Confused about sight reading (basics)

Discussion in 'General Instruction [BG]' started by Juggo, May 6, 2012.


  1. Juggo

    Juggo

    Dec 29, 2006
    Hey guys.

    I have started to learn how to sight read on the guitar and found a lesson to be confusing. It says in the book that the quarter note that appears on the + after 1 should be sustained until I reach 2.

    As far as I know sustaining a note is letting it ring, but how come it isn't written like I wrote it in the 2nd bar? Isn't it the same thing? I attached the bars, someone please clarify this for me.

    Excuse my MS Pain skills.

    It all 4/4 by the way.
     

    Attached Files:

  2. They are functionally exactly the same.
     
  3. Juggo

    Juggo

    Dec 29, 2006
    Alright thanks mate. Seems kind of unnecessary to start writing it this way, what the hell...
     
  4. jallenbass

    jallenbass Supporting Member Commercial User

    May 17, 2005
    Bend, Oregon
    You'll see it both ways.
    The 2nd note should be sustained until the + of 2 unless it's supposed to be played staccato.
     
  5. singlemalt

    singlemalt Supporting Member

    Dec 15, 2007
    White Salmon, WA
    It's just easier to read the first example. They are the same.

    There are "grammar" rules to notation, conventions help make it easier on the reader. Stuff like staffs up or down, when to tie notes or not, that sort of thing.

    Music theory 101.

    Keep at, I think being fluent in reading gives a tremendous advantage, I sure wish I could do it.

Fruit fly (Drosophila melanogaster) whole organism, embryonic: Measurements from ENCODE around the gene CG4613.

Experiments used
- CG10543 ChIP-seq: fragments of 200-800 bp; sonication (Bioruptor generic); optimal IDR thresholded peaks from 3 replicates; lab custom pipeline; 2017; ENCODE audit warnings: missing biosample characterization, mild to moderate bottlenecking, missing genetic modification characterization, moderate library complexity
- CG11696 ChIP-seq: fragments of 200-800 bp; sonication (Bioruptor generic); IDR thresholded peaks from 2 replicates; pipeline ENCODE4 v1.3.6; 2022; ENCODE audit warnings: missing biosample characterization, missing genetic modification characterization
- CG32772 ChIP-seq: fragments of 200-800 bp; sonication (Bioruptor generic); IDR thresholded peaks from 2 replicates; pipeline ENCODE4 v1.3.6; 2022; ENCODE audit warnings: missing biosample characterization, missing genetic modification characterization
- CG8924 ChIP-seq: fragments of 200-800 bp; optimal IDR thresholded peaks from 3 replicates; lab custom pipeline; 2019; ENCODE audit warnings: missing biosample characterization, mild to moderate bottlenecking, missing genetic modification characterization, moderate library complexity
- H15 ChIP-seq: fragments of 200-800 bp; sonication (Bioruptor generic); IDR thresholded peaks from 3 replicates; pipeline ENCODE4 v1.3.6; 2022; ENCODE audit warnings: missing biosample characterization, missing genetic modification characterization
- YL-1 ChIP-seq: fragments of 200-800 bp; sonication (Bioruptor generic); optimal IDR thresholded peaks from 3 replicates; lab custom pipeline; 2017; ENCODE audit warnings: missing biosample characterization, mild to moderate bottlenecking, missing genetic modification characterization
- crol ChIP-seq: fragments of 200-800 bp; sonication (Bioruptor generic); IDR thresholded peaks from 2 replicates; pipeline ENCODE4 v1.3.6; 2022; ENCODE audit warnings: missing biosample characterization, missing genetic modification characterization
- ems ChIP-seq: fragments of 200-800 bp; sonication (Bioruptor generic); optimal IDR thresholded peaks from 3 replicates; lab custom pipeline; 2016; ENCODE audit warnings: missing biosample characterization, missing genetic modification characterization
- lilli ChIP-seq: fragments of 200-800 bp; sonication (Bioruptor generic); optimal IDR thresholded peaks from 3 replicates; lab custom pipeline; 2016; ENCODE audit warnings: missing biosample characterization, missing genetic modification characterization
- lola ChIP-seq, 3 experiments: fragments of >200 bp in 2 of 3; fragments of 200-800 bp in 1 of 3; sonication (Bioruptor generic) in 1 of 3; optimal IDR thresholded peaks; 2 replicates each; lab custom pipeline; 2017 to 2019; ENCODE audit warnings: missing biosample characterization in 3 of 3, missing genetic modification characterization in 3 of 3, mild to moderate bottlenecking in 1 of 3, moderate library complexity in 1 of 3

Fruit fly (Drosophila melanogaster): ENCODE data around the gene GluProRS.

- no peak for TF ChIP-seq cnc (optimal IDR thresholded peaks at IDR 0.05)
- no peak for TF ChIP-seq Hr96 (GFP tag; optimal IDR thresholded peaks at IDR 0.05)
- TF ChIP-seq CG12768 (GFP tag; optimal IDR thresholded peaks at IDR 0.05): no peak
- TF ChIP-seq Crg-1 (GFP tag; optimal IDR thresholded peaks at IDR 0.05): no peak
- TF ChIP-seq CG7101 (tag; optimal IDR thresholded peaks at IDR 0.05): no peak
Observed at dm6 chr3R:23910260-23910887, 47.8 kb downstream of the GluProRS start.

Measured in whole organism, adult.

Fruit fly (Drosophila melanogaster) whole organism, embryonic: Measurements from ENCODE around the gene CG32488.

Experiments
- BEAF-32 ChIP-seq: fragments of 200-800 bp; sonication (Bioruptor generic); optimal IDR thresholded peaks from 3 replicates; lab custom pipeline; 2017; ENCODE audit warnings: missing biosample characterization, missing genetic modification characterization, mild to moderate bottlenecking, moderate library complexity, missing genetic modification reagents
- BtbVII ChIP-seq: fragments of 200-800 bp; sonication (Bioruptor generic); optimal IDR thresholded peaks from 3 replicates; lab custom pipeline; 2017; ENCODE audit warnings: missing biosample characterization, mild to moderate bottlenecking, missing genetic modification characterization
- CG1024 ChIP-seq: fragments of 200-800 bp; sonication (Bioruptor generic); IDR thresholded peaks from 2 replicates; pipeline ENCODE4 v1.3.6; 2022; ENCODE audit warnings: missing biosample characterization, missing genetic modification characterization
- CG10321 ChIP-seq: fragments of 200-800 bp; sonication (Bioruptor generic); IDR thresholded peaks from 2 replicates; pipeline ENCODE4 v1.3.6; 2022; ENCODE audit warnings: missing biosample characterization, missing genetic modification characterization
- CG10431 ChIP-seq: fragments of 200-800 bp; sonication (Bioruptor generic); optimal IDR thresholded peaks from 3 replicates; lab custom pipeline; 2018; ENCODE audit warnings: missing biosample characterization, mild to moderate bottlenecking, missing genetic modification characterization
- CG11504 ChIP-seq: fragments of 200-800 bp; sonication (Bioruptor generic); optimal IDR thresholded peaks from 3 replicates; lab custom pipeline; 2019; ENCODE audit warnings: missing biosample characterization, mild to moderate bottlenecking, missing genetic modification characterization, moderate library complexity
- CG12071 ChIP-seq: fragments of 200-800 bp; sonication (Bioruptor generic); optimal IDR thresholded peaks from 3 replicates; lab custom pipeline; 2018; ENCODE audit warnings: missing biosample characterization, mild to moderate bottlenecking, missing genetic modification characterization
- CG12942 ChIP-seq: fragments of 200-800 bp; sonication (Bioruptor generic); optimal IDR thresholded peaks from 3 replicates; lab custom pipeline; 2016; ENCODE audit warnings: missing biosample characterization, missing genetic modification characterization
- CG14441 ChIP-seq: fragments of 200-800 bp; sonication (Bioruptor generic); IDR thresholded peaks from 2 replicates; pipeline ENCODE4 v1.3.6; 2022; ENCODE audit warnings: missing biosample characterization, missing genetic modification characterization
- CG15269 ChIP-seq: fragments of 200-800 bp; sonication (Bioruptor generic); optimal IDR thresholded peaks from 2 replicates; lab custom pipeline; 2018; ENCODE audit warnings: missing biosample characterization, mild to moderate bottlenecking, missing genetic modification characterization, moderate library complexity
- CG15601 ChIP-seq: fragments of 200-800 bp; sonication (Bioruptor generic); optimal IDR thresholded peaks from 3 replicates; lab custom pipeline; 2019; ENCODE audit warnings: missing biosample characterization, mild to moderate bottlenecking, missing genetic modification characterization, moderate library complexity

My kid who is 15 and has more than ten years of practice with written piano music, frequently mocks my ignorance. But he is a teenager. I just wrote the checks, I shoulda been taking the lessons.
     
  6. Juggo

    Juggo

    Dec 29, 2006
    Why don't you start now then?
     
  7. onlyclave

    onlyclave

    Oct 28, 2005
    Seattle
    Reading works exactly like Absolute Pitch. What you do is write a whole note on A (treble or bass clef, whichever you want to read) and then you stare at it for 3-5 days. After that move on to E.

    I've already done them all and it's worked for me.
     
  8. Juggo

    Juggo

    Dec 29, 2006
    What does that have to do with my question? I know where the notes are located on the staff, which is not what my question was all about. But hey you can mock my way of gaining absolute pitch as much as you want, I don't care ;)
     
  9. JimmyM

    JimmyM

    Apr 11, 2005
    Apopka, FL
    Endorsing: Yamaha, Ampeg, Line 6, EMG
    A little pro hint for ya...most pros prefer seeing charts written the second way over the first. Most want to be able to see where the 1, 2, 3 and 4 falls every time. I used to write charts the first way until I started getting complaints. Now I write them the second way, and no more complaints.
     
  10. miltslackford

    miltslackford

    Oct 14, 2009
    Good for you.

    What Jimmy wrote is spot on it's easier to read notation when you've got the beats divided up obviously in the bar and you can see where each one starts. When I'm reading I think of each note as happening somewhere in the 1+2+3+4+ so if I can spot it at a glance it's much easier.
     
  11. Cabazon

    Cabazon

    Jan 20, 2009
    I prefer the first one, personally. Less chance of spacing out and missing the tie, playing two eighths. Save ties for between measures.

    But that's just me. I can understand why some would prefer the ties--to see the half-beats, or to avoid the "Oh no, a quarter that isn't on a beat!" fumble.